These included blankets, tents, gum boots, and clothes. Gloves and masks were provided for the persons who were working to clear the debris from the roads and near the affected buildings. Public Health is seriously threatened in disasters, case study on disaster, especially due to lack of water supply and sanitation.

People having lost their homes and living in temporary shelters tents puts a great strain on water and sanitation facilities.

The pumping station was washed away, case study on disaster, thus disrupting water supply in the Leh Township. A large number of toilets became non-functional as they were filled with silt, as houses were built at the foothills of the Himalayan Mountains. Temporary arrangements of deep trench latrines were made while the army engineers made field flush latrines case study on disaster use by the troops.

Water was stagnant and there was the risk of contamination by mud or dead bodies buried in the debris, thus making the quality of drinking water questionable. Therefore, case study on disaster, water purification units were installed and established. Further, case study on disaster, super-chlorination was done at all the water points in the army establishments.

To deal with fly menace in the entire area, anti-fly measures were taken up actively and intensely. There was an impending high risk of food shortage and crisis of hunger and malnutrition, case study on disaster.

The majority of food supply came from the plains and low-lying areas in North India through the major transport routes Leh—Srinagar and Leh—Manali national highways.

These routes are non-functional for most part of the winter. The local agricultural and vegetable cultivation has always been scanty due to extreme cold weather.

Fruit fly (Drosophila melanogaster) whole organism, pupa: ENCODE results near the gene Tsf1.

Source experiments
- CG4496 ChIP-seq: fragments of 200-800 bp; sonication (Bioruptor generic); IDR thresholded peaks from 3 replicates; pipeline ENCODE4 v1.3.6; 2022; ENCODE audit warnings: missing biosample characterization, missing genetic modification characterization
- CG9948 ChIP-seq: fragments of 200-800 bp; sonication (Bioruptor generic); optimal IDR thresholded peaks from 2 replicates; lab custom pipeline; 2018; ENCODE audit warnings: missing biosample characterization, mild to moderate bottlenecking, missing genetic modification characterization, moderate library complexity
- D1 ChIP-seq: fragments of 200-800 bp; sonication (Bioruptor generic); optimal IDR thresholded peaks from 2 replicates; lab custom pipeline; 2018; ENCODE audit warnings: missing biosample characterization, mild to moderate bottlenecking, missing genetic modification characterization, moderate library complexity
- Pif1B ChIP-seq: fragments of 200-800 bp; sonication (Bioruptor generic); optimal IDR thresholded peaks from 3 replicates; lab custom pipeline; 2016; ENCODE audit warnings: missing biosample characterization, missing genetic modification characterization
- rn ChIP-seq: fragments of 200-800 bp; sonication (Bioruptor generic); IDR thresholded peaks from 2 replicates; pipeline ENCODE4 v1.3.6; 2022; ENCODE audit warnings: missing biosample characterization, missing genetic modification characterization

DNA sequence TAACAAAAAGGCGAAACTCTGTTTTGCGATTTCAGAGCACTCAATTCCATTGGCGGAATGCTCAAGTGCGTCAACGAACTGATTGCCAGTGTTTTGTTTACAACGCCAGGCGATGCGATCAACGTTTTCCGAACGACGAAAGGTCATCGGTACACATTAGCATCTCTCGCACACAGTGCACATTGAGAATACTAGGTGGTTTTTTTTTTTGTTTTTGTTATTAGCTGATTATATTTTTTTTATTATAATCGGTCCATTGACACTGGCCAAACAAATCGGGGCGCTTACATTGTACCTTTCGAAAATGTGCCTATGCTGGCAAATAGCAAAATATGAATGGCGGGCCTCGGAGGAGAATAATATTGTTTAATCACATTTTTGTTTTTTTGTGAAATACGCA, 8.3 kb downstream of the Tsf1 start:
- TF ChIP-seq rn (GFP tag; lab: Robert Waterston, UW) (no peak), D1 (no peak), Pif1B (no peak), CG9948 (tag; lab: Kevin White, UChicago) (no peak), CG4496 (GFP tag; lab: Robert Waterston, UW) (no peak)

The food supplies took a further setback due to the unpredicted heavy downpour. Food storage facilities were also flooded and washed away. Government agencies, nongovernmental organizations, and the Indian Army immediately established food supply and distribution system in the affected areas from their food stores and airlifting food supplies from other parts of the country.

There was a high risk of water-borne diseases following the disaster. Many human bodies were washed away and suspected to have contaminated water bodies. There was an increased fly menace. There was an urgent need to prevent disease transmission due to contaminated drinking water sources and flies. There was also a need to rehabilitate people who suffered from crush injuries sustained during the disaster. The public health facilities, especially, the primary health centers and sub-health centers, were not adequately equipped and were poorly connected by roads to the main city of Leh.

Due to difficult accessibility, it took many hours to move casualties from the far-flung areas, worsening the crisis and rescue and relief operations. The population would have a higher risk of mental health problems like post-traumatic stress disorder, deprivation, and depression, case study on disaster. Therefore, relief and rehabilitation would include increased awareness of the symptoms of post-traumatic stress disorder and its alleviation through education on developing coping mechanisms.

Although it would be too early to estimate the impact on economy, the economy of the region would be severely affected due to the disaster. The scanty local vegetable and grain cultivation was destroyed by the heavy rains. Many houses were destroyed where people had invested all their savings. Case study on disaster was the main source of income for the local people in the region, case study on disaster.

The summer season is the peak tourist season in Ladakh and that is when the natural disaster took place.